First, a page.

Epidemiological Aspects of Hepatitis B in Community-Based Health
Educating About Hepatitis B
Overview of Hepatitis B Epidemiology
Hepatitis B is caused by infection with the Hepatitis B virus (HBV) ("CDC," 2012). The highest concentrations of HBV are found in blood, while other body fluid, such as semen, vaginal secretions, and wound exudates, show lower concentrations ("CDC," 2012). HBV infection can be either chronic or self-limited ("CDC," 2012). The incubation period can range from 6 weeks to 6 months from the time of initial exposure to the onset of symptoms ("CDC," 2012).
Roughly half of newly acquired HBV infections in adults are symptomatic. Acute liver failure and eventual death occurs in 1% of all reported cases ("CDC," 2012). The age of infection shows an inverse relationship to chronic infection. Accordingly, 2 to 6% of adults suffer from chronic infection, while 30% of children five years and under and 90% of infants become chronically infected ("CDC," 2012). Chronic HBV infection increases the risk for premature death from cirrhosis or hepatocellular carcinoma at a rate of 15 to 25% ("CDC," 2012).
Transmission of HBV is efficient through percutaneous or mucous membrane exposure to blood itself or to body fluids that contain blood ("CDC," 2012). Infection of HBV is primarily associated with these risk factors: Illegal drug use that involves injection; unprotected sex with an infected partner; unprotected sex with more than one partner; borne by an infected mother; men having sex with other men (MSM); and a history of previous or other STD ("CDC," 2012).
Public Health National Strategy
The Centers for Disease Control and Prevention (CDC) heads the national strategy to eliminate the transmission of HBV infection. A multi-pronged approach focuses on prenatal screening and a widespread vaccination program. Specifically, the CDC strategy includes the following:
Routine screening for HBsAg of all pregnant women;
Routine screening for immuniprophylaxis of all infants born to mothers who are hepatitis B surface antigen (HBsAg)-positive;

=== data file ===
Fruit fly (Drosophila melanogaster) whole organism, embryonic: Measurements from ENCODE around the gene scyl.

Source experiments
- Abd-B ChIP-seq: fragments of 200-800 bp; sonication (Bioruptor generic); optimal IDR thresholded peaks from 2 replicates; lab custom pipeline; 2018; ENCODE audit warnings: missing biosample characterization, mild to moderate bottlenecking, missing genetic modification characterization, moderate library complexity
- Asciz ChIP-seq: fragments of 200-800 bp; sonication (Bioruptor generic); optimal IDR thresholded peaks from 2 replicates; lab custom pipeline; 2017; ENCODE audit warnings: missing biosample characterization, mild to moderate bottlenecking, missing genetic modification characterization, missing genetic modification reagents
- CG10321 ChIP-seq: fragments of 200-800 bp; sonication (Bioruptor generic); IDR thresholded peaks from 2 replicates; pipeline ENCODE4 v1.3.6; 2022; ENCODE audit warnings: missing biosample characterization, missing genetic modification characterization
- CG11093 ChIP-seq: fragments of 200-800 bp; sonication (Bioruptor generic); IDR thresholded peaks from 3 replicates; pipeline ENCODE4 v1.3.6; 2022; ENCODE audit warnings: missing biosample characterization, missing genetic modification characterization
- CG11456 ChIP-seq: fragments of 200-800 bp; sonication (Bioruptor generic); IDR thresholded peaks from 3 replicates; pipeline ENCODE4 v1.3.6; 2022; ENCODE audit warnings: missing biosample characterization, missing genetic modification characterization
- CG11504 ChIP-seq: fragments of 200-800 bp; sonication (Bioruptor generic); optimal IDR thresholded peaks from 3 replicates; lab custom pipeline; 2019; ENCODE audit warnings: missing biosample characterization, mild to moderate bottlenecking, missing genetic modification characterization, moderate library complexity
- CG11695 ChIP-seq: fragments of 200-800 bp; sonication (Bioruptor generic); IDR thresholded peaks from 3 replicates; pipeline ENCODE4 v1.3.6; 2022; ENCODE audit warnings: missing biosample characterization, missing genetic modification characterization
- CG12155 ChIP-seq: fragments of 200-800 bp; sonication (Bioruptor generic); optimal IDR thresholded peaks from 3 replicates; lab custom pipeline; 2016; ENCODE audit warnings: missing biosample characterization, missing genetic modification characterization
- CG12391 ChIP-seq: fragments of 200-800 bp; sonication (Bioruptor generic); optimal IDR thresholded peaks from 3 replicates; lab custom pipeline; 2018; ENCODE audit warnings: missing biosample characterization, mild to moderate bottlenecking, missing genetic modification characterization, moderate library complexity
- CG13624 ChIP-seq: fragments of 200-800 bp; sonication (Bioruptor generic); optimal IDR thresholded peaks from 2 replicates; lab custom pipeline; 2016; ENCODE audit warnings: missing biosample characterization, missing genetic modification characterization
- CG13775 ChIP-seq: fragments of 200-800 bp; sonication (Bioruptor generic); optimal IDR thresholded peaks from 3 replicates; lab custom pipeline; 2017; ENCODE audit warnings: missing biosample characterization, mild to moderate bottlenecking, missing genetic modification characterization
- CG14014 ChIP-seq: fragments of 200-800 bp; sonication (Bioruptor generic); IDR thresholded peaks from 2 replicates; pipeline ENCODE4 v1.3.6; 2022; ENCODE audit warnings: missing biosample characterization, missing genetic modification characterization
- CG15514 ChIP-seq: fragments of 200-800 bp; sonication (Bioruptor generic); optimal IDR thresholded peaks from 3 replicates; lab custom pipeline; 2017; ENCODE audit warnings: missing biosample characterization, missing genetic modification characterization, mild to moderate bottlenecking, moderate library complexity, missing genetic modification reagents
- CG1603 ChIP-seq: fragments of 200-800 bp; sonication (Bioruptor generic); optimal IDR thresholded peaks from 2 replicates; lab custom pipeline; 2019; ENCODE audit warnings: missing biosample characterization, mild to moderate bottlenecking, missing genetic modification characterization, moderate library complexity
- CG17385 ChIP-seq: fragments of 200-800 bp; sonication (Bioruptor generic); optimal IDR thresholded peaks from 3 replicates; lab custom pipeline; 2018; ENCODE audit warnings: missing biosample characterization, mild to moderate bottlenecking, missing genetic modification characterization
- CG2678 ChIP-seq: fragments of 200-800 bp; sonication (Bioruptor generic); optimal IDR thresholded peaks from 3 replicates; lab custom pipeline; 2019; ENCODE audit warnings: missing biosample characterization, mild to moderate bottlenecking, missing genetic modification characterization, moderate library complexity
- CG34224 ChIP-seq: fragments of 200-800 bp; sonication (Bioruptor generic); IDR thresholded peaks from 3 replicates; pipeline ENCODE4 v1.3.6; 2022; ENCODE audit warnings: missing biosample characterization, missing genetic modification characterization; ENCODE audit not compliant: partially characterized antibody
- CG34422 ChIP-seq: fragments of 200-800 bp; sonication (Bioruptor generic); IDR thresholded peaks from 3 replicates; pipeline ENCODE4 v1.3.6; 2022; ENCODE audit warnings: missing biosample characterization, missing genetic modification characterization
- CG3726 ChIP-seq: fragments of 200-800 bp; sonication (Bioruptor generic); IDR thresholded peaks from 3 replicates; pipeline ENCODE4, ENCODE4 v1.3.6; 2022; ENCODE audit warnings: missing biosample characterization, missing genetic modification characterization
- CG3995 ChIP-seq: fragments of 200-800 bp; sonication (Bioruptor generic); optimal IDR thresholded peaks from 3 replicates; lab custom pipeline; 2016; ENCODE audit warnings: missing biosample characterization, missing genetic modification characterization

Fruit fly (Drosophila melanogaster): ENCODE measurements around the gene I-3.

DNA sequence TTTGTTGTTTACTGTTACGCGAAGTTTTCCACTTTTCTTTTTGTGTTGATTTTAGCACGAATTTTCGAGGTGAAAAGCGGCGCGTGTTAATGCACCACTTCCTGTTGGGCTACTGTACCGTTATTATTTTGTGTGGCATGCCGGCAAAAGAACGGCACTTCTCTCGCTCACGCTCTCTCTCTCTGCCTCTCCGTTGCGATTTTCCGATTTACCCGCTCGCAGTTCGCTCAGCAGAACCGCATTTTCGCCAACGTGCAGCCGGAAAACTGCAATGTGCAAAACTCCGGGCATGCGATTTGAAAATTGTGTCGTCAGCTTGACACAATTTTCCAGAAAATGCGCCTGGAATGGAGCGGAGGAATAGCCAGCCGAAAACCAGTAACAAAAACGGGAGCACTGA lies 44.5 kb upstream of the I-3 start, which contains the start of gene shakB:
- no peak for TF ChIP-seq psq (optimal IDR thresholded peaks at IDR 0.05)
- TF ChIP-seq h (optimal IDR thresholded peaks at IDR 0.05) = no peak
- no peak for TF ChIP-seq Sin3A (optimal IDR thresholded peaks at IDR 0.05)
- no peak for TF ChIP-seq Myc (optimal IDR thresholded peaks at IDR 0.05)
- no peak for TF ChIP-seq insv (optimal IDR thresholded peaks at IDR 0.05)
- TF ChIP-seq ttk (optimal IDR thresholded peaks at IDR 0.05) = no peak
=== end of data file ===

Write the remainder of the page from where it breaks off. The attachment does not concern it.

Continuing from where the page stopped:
Routine screening of all infants born to others with unknown hepatitis B surface antigen (HBsAg) status;
Routine vaccination of infants;
Vaccination of all previously unvaccinated children and adolescents through 18 years of age;
Vaccination of adults who at-risk of infection and are previously unvaccinated.
Outcomes To Date of CDC Eradication Strategy
Incidence rates for acute Hepatitis B in infants and adolescents have declined following high vaccination coverage rates. However, the same cannot be said for high-risk adult groups. High-risk adult groups are: men who have sex with other men (MSM), injection drug users, and people who have engaged in sex with more than one partner in the previous six months. Vaccination coverage for the majority of high-risk adults has continued at low rates. Consequently, most new infections occur in the high-risk adult groups. Services targeted to high-risk adults are provided in STD clinics and other similar settings, as these have proven to be ideal situations in which to provide education about HBV infection and to provide Hepatitis B vaccination to high-risk adults. Clinicians are advised to assume that all unvaccinated adults seeking or in need of services in STD and similar purpose clinics are at risk for HBV infection and should be given the Hepatitis B vaccination without delay.
For people who have been exposed to HBV as a result of a discrete and identifiable exposure to blood or body fluids that contain blood (i.e., infants born to mothers who test positive for the following recommendations have been published by CDC MMWR.
For HBsAg-positive source persons, the CDC recommends the following:
Unvaccinated persons or persons known not to have responded to a complete hepatitis B vaccine series should receive both hepatitis B immune globulin (HBIG) and hepatitis B vaccine as soon as possible after exposure (preferably